After two weeks in Prague where I was spending a semester as an exchange student, I took a train ride to Vienna with the purpose of exploring the art work by some of my heroes: Klimt, Schiele, Hundertwasser, and the German Expressionist painters. On one of my museum visits I came across a group of ink drawings on paper by Agnes Martin. They were simple grids drawn using a straight edge. At the time I had no interest in this type of work. I spent a few minutes with her pieces before I went off to explore the emotionally charged figurative work that I had come to see.
I forgot about this experience until six months later when I was back in California visiting the Berkeley Art Museum at the University of California, Berkeley. Without any prior knowledge, I found myself in a room with a group of square paintings. The paintings were horizontal bands of different shades of gray with pencil lines defining the edges at regular intervals. The work was by Agnes Martin.
A seed that had been planted in me during my trip to Vienna started to germinate in Berkeley. The simplicity and the directness of her paintings affected me profoundly. The way the graphite was deposited on the canvas as the pencil moved and hit the high points of the weave made me see the artist as a human being, much more so than any other artist I had come across. It was as if everything in the painting was put there only for one reason: it was the artist’s experience. They had a quality which might be found in a sketchbook, something not meant to be seen by others.
This philosophy of artmaking was already very close to my own not very successful approach to figurative work. My primary concern for my art was honesty. I was trying to bring to it a sense of reality, a reality that I could find in an Andrea Tarkovsky film or in Japanese Haiku poetry.
The first step was to remove everything that was unnecessary and that had nothing to do with me. This put me face to face with the whole reason for image-making. It became clear that all image-making was basically mark-making, and perhaps the person making the marks wanted to say, “I existed.” From this point forward, my work stopped its story-telling format and became a process of mark-making. Only one story was important: it was the story of the human experience, the one that used a different thread everyday, but wove the same fabric.
I believe that by limiting myself, in a way, I freed myself from obligation and was allowed to explore my own personal experience. My reason for creating became the active participation in the making and the knowledge attained from first-hand experience. This method for working became an activity not separate from my day-to-day life; I had stopped reacting to what was outside.
About a year ago, on a whim, I decided to send a small painting to Agnes Martin; I found it important to make a physical connection with her. To my surprise, a few days later, I received a phone call from a woman with a deep voice who had difficulty pronouncing my name. It was Agnes Martin. She thanked me for the gift and told me she was inspired by its perfection. She also told me that if I was ever in Taos, New Mexico, we could meet.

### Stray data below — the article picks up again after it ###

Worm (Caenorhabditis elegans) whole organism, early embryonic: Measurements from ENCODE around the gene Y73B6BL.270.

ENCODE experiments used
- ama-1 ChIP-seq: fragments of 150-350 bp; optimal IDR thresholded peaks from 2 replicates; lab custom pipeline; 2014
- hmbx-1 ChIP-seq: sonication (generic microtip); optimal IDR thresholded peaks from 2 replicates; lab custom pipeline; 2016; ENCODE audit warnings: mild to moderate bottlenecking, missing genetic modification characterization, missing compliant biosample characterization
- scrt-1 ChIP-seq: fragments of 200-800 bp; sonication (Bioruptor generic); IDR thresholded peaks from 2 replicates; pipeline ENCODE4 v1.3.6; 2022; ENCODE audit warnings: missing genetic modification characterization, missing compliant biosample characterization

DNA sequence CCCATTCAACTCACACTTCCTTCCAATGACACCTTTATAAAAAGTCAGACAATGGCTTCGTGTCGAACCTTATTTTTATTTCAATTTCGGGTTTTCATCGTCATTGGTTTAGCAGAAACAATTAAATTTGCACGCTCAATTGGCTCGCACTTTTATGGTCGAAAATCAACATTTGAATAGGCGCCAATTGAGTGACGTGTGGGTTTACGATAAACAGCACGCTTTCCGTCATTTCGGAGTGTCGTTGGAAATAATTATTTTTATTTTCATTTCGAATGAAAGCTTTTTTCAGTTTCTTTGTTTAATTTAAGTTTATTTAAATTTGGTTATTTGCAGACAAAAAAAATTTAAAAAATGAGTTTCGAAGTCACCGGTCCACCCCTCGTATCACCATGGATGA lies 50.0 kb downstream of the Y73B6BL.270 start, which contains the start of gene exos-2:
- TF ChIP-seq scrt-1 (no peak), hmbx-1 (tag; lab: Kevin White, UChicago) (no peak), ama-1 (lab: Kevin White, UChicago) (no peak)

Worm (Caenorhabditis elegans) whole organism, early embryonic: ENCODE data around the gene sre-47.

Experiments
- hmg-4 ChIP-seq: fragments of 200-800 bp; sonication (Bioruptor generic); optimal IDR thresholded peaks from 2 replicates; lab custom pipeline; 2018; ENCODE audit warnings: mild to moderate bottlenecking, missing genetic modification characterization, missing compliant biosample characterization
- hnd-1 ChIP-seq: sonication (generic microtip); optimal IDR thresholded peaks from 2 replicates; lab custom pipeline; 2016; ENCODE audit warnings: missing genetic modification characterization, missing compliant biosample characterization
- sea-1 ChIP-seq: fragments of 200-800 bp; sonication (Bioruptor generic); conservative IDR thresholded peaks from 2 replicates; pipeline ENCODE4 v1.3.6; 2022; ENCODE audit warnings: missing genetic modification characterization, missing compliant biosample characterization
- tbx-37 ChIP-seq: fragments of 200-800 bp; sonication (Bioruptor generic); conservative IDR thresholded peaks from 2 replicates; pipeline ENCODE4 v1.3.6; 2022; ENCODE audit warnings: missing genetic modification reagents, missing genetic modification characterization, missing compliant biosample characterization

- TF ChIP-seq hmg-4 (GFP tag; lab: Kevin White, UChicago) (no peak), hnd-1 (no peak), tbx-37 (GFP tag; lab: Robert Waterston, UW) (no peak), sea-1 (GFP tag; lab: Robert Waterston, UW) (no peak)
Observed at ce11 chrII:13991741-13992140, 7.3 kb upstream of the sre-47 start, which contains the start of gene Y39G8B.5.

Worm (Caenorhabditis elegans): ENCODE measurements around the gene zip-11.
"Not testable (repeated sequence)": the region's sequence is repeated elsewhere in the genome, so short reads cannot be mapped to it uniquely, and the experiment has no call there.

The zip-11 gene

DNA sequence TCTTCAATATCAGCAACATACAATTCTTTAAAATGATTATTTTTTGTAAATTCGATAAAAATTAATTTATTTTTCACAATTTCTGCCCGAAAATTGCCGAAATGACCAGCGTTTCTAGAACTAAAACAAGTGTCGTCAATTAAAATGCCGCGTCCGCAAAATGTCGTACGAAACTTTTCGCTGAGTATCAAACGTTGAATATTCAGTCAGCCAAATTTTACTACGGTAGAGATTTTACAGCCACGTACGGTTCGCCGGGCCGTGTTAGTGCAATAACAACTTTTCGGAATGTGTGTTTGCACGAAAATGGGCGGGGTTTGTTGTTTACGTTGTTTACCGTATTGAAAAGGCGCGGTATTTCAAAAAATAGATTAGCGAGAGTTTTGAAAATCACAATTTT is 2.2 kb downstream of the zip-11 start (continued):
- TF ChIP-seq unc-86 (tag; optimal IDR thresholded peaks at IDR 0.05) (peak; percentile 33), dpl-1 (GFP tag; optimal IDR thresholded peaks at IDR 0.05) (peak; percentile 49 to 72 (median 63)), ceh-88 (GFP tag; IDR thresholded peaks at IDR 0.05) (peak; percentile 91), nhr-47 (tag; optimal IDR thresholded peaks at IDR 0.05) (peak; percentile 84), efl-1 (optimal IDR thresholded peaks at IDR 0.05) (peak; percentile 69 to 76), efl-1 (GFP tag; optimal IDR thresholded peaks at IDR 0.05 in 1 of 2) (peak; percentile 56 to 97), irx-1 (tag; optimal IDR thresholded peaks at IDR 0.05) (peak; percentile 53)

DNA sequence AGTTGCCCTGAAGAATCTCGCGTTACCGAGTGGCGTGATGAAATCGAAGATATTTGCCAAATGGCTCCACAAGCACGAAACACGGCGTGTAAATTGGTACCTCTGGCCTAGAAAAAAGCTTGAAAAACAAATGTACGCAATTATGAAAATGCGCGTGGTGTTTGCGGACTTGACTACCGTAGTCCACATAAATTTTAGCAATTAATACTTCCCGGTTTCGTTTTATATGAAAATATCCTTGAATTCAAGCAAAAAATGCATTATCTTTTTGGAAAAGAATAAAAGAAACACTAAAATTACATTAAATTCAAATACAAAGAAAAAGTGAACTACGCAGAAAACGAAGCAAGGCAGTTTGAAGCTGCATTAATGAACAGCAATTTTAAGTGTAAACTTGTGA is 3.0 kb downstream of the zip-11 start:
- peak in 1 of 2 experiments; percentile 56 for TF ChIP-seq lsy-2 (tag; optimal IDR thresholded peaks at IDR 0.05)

August 30, 2004, almost ten years from the introduction in Vienna, I am in a motel room in Taos waiting for the clock to strike 9:00 a.m. before I call Agnes. I am calling to see if our 11:00 a.m. meeting is still possible, since lately she has not been feeling well. She is almost 93 years old. I am anxious and nervous at the same time. I talk to her assistant on the phone. Agnes is not feeling well, but agrees to keep our appointment. I drive to her place, arriving three minutes early. I am greeted by her assistant into a very modest apartment. Agnes is sitting in a chair, facing the door. At first she is not very welcoming. From what I had heard, she does not get overly excited about things. As I take a seat next to her I notice my painting on her wall. I tell her that the painting is my work. She smiles and opens up with motherly warmth. She tells me that she has enjoyed the painting ever since she received it.
We spend the next 45 minutes talking about perfection, beauty, and reality. I ask her if the three are perhaps one and the same. She is quiet for a while and then tells me, “No.” They are different, but there is a place where they all come together. She also talks about cave paintings and about the fact that they are images of hunts and battles. At first it is not clear to me as to what she is getting at, but later I realize that perhaps art has always been an arena for battle: a battleground for our egos, our desires and for our fears.
I find Agnes Martin’s work a call to end all battles. As she herself says, “The absolute trick in life is to find rest.”*
Postscript. December 16, 2004, I received an email from a friend in New York titled “sad news.” It was to inform me of Agnes Martin’s passing earlier that morning. Reading it, my spirit sagged as if I had lost a close family member. I had only spoken to her three times on the phone and met with her once in person, yet I felt very close to her.
In a documentary by Mary Lance titled “Agnes Martin, With My Back to the World,” Agnes talks about her practice of painting with her back to the world. Perhaps a more appropriate title would have been “with my back to the art world.” Even though she refused to be distracted by the art world, she embraced the world and never turned her back to it. Agnes spent over forty years of her life in search for meaning and the expression of what she called “innocence.”
After the composer John Cage passed away, he was referred to as “the giant who sat amongst us so quietly.” Agnes Martin was such a giant. ∆
Hadi Tabatabai is an artist living in San Francisco.
*This article first appeared in Likovne Besede/Artwords 69, 70 Winter 2004.
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